Background Both face-to-face and instant messaging (IM) communication are important for families, but face-to-face communication has reduced amidst the COVID-19 pandemic. We examined the use and contents of both communication methods amidst the pandemic, their associations with family wellbeing and personal happiness, and the mediation effects of communication quality in Hong Kong Chinese adults. Methods This population-based online survey enrolled 4,921 respondents in May 2020, who reported (i) any face-to-face or IM family communication when the pandemic was severe;(ii) communication contents being classified as neutral, positive, supportive, and negative;and (iii) communication quality, family wellbeing and personal happiness (score 0–10). Associations of family wellbeing and personal happiness with communication methods and contents (no communication excluded) were examined using linear regressions (β), adjusting for each other, sex, age, socioeconomic status, and the number of cohabitants. Mediating effects of communication quality on these associations were examined. Prevalence estimates were weighted by sex, age, and education of the general population. Interactions of methods and contents were examined. Results Of 4,891 included respondents (female: 52.9%, 45–54 years: 37.7%, ≥65 years: 21.3%), 7.1% reported no communication, 12.7% face-to-face communication only, 26.7% IM only, and 53.4% both methods. More males and those at younger ages, had lower socioeconomic status, or fewer cohabitants showed no family communication or face-to-face only. More respondents reported neutral (83.1–99.3%) than positive (42.1–62.2%), supportive (37.5–54.8%), and negative (10.9–34.5%) contents despite communication methods. Communication quality was higher with both methods than IM only, face-to-face only, and no communication (scores: 6.7 vs. 4.5–6.6, all P ≤ 0.02). Better family wellbeing and personal happiness were associated with using IM only (adjusted βs: 0.37 and 0.48) and both methods (0.37 and 0.42) than face-to-face only, and positive (0.62 and 0.74) or supportive (0.45 and 0.46) contents (all P ≤ 0.001). Communication quality mediated 35.2–93.5% of these associations. Stronger associations between positive contents and family wellbeing showed in both methods and face-to-face only than IM only (P for interaction = 0.006). Conclusions We have first shown that, amidst the COVID-19 pandemic, family IM communication and positive and supportive contents may promote family wellbeing and personal happiness. People with no family communication may need assistance.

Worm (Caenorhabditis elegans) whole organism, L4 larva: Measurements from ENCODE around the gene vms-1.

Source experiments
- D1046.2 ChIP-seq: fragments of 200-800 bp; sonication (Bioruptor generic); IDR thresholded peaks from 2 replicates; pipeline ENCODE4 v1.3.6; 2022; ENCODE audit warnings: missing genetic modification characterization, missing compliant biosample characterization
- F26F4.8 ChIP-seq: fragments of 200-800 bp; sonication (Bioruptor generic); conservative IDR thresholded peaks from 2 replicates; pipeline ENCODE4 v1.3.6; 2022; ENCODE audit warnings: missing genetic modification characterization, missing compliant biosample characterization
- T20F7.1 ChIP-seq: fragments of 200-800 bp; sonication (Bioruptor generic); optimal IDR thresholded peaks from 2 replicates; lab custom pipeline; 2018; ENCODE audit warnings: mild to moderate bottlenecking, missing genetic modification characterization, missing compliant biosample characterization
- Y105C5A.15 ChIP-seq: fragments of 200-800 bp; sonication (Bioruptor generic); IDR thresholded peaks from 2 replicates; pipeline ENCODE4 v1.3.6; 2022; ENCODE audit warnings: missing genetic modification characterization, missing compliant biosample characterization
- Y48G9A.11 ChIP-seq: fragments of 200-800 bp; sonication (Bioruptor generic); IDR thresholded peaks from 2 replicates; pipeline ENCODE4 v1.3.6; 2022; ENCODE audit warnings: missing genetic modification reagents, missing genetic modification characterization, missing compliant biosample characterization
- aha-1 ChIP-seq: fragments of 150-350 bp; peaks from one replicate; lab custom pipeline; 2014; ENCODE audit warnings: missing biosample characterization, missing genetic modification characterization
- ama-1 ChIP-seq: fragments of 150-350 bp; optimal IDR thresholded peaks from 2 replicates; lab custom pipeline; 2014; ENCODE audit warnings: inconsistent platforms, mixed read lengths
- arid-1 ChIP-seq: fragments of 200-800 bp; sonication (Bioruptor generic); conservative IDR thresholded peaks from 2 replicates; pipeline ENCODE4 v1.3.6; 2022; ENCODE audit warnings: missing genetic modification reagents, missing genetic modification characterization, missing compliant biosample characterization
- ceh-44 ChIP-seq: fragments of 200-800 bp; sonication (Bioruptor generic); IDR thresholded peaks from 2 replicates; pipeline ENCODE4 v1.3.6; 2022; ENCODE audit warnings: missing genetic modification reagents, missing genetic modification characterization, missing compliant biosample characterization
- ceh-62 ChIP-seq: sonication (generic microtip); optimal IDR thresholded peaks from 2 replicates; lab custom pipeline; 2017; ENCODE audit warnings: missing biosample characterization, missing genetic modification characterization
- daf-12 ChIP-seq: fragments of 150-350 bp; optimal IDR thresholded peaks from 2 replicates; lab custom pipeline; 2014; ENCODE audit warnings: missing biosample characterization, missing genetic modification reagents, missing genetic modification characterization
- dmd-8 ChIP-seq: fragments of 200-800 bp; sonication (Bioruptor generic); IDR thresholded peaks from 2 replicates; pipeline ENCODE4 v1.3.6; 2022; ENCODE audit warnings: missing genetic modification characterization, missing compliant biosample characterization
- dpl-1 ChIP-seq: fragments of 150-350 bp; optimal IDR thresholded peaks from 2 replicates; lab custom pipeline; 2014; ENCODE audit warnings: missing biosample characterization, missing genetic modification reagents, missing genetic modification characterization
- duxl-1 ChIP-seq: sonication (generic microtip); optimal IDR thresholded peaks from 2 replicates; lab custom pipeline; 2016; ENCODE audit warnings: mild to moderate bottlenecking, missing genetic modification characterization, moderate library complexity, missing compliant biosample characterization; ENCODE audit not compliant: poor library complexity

4.
Natl Sci Rev ; 9(3): nwac054, 2022 Mar.
Article in English | MEDLINE | ID: covidwho-1784379
5.
Arch Bronconeumol ; 58: 32-38, 2022 Apr.
Article in English | MEDLINE | ID: covidwho-1783181

ABSTRACT

As with the rapid increase of the number of patients who have recovered from COVID-19 globally, there needs to be a major shift of the focus from rapid pathogen detection, treatment and prevention to the promotion of better recovery. Notwithstanding the scarcity of our understandings, recent studies have unraveled a plethora of pulmonary and systemic consequences which require medical attention. These consequences remained as of the end of follow-up which ranged from 1 month to 1 year. Here, we review the consequences of COVID-19 in terms of the residual symptoms, radiological and functional manifestations, and identify the potential risk factors that contribute to a prolonged recovery. We also summarize the benefits of clinical interventions (particularly the pulmonary rehabilitation program), and address several undetermined concerns and key future research directions.